The coal industry helped build the tiny village of Forestburg, Alta. But with carbon falling out of favour, those who live here fear their homes may disappear alongside the industry that has long helped support the town.
The area around the village of about 880 is home to both a coal mine and a coal-fired power plant. But as Alberta transitions away from using coal to generate power, both will likely disappear.
- Alberta's coal phase-out: How the province plans to kick carbon
- Canadian coal: A by-the-numbers look at the industry
- Timeline: A look back at Canada's major coal milestones
The black rock is found just below the ground here and the mining and processing of coal has breathed life into this community for a century.
The Battle River Power plant was first opened in 1954, making it the oldest coal-fired power plant in Alberta. The plant's three current units came on line between 1969 and 1981 and have the capacity to generate nearly 700 megawatts of electricity. The future of the Battle River facility, along with 17 other coal-fired power plants in the province, became murky when Alberta announced that it would phase out the use of coal to generate electricity by 2030. Coal currently provides more than half of the province's electricity.
Bob Coutts looks at a picture of his father and grandfather out in front of the hardware store they opened in Forestburg in 1933. Coutts, who also serves as the deputy mayor, worries about how the shift away from coal in Alberta will impact his community. Coutts says that many businesses in town, including his hardware store, rely on the local coal industry to make ends meet. He says the key to Forestburg's future will be diversifying its economy so that it doesn't rely as much on the spinoff benefits of the coal industry.
Two players look on from the bench as Forestburg's novice hockey team practises at the village's new arena. The rink was built in 2011 and is a gathering place for a community that prides itself on its recreational facilities. The village also has a golf course, swimming pool, curling rink and a K-12 school, essential amenities for the many young families who live there.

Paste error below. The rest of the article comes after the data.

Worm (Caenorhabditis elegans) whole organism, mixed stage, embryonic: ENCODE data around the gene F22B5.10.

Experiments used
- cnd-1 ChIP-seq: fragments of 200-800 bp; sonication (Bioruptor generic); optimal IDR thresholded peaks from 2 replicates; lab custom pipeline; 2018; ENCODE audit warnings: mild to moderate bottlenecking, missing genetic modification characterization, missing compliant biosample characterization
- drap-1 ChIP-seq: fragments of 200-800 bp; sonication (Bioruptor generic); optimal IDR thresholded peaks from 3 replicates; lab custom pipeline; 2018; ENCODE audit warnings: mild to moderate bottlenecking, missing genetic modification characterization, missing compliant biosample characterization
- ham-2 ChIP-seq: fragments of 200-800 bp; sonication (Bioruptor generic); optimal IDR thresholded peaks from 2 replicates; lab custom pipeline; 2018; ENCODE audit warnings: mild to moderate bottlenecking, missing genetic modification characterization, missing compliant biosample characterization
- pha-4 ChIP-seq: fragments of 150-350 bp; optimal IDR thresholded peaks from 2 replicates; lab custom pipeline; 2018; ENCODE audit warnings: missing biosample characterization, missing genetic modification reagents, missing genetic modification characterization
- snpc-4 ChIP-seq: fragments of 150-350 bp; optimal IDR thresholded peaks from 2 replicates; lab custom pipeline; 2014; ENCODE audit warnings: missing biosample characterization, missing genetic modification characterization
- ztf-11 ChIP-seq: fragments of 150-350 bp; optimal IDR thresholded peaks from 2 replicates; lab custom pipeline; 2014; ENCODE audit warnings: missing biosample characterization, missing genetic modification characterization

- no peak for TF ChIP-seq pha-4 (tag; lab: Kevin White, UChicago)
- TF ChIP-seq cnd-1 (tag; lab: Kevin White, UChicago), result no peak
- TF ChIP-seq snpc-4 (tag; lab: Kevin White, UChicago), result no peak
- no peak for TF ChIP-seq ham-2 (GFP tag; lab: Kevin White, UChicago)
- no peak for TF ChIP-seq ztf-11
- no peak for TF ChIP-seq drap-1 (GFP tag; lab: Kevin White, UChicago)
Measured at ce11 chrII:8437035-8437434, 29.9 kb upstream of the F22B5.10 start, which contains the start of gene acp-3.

Dezeree Strauss spends a lot of time at Forestburg's new rink: all three of her children play here, as does her husband. Dezeree plays too when she can scrape together enough women to ice a team and challenge a nearby town. It's a task that she believes will get harder if the local mine and power plant close, forcing many young families to move away. Strauss worries about whether the village's school, arena and other facilities will be able to survive an exodus.
Matt Fedun works on a truck owned by ATCO Power at his Forestburg garage, Black Thunder Mechanical. Fedun relies on business from the power plant to keep his doors open. Fedun moved to Forestburg from northern Alberta about a decade ago and has put down roots, buying a home and starting a family. Now the mechanic wonders if the town's school will still be open when it is time for his nine-month-old daughter to start attending. Fedun has decided to stick it out in Forestburg for now. But he believes the closure of the plant and the mine would mean an immediate loss of around 20 per cent of the village's population.
The Paintearth mine is located just south of the village of Forestburg in east central Alberta. Operated by the Westmoreland Coal Company, the mine provides subbituminous coal to the Battle River power-generating station located just down the road. That mine, which consists of two active pits, has a contract to supply coal until 2022, eight years before the province is set to eliminate all coal-fired electricity generation.
Doug Brown has lived in Forestburg for 18 years and has run Battle River Iron Works for about a decade. He built a new shop just off the highway a few years ago when the outlook for the local economy was brighter. Brown plans to use the sale of this shop to fund his retirement. But with the end of coal in sight and the oil and gas industry slumping, he wonders if he will be able to retire any time soon. The former soldier says he would probably sell and move on from the village now if he thought he could get his money out.